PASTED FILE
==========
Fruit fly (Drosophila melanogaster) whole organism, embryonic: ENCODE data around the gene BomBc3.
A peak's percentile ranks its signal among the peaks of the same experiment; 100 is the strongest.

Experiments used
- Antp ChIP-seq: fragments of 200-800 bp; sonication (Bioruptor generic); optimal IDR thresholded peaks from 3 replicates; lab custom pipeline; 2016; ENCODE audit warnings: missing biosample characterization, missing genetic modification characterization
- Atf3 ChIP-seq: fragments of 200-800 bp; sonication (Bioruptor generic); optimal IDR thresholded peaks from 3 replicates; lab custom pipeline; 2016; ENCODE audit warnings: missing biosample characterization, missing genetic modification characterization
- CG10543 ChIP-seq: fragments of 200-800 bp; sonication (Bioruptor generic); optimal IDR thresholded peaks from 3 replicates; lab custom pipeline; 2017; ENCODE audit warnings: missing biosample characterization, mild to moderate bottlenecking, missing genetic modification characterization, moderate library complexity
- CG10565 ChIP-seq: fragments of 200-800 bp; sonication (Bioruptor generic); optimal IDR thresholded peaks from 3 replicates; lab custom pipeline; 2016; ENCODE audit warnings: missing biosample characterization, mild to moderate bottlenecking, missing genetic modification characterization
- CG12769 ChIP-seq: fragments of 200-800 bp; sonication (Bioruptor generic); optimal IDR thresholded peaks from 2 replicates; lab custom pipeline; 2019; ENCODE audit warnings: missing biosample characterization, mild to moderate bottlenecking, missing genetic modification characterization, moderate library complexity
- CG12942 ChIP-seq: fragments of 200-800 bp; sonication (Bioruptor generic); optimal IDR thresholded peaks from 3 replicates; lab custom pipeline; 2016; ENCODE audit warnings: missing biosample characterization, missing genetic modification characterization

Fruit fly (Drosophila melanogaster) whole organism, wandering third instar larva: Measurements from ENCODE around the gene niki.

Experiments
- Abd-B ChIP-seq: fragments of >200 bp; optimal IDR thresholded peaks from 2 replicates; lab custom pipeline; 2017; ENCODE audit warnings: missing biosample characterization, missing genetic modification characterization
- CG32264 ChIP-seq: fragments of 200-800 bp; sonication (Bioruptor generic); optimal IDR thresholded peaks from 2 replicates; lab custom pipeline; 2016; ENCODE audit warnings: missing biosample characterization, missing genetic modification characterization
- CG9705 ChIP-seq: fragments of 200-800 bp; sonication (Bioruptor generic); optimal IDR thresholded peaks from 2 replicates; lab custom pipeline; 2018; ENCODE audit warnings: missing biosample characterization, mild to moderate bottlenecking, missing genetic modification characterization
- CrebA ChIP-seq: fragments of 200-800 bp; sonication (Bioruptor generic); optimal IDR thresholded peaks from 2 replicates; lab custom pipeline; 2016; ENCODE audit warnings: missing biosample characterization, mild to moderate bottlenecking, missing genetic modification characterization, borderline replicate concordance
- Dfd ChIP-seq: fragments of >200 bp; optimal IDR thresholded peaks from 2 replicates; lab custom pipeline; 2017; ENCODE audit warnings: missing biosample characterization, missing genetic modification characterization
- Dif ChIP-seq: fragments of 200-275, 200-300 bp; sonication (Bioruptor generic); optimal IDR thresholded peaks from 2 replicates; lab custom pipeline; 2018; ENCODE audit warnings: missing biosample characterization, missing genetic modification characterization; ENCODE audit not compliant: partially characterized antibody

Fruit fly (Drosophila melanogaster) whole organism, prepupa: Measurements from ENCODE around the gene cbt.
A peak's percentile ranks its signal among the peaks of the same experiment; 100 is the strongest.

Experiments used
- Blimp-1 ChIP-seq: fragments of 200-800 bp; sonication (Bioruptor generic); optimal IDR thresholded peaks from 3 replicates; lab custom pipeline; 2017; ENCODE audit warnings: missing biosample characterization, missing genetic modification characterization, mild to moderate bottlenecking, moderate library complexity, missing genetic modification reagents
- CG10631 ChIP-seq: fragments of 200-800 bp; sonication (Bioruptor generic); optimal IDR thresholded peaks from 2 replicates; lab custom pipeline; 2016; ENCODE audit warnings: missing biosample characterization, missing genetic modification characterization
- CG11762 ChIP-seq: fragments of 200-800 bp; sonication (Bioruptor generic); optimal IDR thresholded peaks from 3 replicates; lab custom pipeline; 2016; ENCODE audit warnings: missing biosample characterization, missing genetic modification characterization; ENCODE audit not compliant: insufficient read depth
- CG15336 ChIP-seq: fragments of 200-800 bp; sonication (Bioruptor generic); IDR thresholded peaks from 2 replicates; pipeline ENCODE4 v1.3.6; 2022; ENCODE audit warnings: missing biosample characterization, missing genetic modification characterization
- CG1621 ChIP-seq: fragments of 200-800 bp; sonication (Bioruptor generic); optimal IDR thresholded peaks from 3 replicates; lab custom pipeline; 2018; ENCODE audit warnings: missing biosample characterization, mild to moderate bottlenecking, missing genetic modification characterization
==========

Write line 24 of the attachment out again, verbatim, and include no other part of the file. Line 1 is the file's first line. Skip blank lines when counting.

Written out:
- CG15336 ChIP-seq: fragments of 200-800 bp; sonication (Bioruptor generic); IDR thresholded peaks from 2 replicates; pipeline ENCODE4 v1.3.6; 2022; ENCODE audit warnings: missing biosample characterization, missing genetic modification characterization